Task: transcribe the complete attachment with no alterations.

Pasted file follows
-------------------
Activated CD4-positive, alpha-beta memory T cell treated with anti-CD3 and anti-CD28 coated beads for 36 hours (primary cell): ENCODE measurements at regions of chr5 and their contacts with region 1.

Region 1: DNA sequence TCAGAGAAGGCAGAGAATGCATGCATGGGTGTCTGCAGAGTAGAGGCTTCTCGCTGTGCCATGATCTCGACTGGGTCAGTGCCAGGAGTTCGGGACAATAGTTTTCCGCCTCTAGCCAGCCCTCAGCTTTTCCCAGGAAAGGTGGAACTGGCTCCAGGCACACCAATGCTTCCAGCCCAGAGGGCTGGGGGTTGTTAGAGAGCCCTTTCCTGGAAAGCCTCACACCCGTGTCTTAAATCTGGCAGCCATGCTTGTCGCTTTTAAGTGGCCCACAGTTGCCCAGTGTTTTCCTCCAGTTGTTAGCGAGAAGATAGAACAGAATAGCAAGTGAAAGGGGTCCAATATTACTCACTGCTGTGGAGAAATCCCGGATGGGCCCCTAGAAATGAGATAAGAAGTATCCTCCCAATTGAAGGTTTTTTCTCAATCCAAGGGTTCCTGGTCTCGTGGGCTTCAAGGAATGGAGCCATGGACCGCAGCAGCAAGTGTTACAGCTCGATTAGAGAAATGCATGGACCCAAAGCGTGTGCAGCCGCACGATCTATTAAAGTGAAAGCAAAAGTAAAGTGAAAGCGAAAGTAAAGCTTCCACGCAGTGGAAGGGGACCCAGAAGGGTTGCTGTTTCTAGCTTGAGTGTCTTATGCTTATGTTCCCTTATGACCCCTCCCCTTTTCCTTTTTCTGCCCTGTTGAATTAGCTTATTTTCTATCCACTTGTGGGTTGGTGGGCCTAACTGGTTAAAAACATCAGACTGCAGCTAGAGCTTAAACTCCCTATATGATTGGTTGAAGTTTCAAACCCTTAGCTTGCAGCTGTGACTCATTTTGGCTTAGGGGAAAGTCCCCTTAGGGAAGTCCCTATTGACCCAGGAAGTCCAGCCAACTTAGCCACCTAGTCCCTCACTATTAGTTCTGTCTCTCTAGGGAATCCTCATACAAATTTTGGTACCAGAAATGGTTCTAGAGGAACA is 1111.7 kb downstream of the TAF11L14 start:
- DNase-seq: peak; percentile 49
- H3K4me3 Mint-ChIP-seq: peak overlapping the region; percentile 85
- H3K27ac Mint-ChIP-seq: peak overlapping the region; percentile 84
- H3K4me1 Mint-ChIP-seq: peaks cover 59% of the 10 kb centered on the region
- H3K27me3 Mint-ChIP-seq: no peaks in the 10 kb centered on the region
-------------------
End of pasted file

Activated CD4-positive, alpha-beta memory T cell treated with anti-CD3 and anti-CD28 coated beads for 36 hours (primary cell): ENCODE measurements at regions of chr5 and their contacts with region 1.

Region 1: DNA sequence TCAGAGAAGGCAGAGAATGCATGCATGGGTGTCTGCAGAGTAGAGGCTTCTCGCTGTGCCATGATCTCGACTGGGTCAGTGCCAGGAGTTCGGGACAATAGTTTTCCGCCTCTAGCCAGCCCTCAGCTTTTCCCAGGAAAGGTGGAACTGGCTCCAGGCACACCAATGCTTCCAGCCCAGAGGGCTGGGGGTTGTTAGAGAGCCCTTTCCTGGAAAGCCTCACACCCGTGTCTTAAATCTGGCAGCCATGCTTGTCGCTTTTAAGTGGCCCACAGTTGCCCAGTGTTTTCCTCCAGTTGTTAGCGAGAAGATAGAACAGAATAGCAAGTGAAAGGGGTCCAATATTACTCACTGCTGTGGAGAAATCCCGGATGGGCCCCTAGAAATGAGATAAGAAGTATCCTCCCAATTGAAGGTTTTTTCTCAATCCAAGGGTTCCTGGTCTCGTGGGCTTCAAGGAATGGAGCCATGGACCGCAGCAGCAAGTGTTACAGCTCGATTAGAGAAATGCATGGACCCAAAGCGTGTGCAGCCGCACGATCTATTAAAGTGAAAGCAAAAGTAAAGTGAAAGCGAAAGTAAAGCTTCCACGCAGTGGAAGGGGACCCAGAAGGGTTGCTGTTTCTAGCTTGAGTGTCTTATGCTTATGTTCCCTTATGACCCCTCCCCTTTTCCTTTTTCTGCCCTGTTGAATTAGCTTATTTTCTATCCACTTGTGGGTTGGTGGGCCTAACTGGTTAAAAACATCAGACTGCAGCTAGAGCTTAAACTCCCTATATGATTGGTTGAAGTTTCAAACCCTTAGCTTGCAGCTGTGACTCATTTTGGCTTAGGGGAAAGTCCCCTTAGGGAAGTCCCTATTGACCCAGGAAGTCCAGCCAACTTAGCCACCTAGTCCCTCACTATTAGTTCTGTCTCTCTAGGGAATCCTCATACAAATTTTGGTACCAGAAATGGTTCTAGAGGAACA is 1111.7 kb downstream of the TAF11L14 start:
- DNase-seq: peak; percentile 49
- H3K4me3 Mint-ChIP-seq: peak overlapping the region; percentile 85
- H3K27ac Mint-ChIP-seq: peak overlapping the region; percentile 84
- H3K4me1 Mint-ChIP-seq: peaks cover 59% of the 10 kb centered on the region
- H3K27me3 Mint-ChIP-seq: no peaks in the 10 kb centered on the region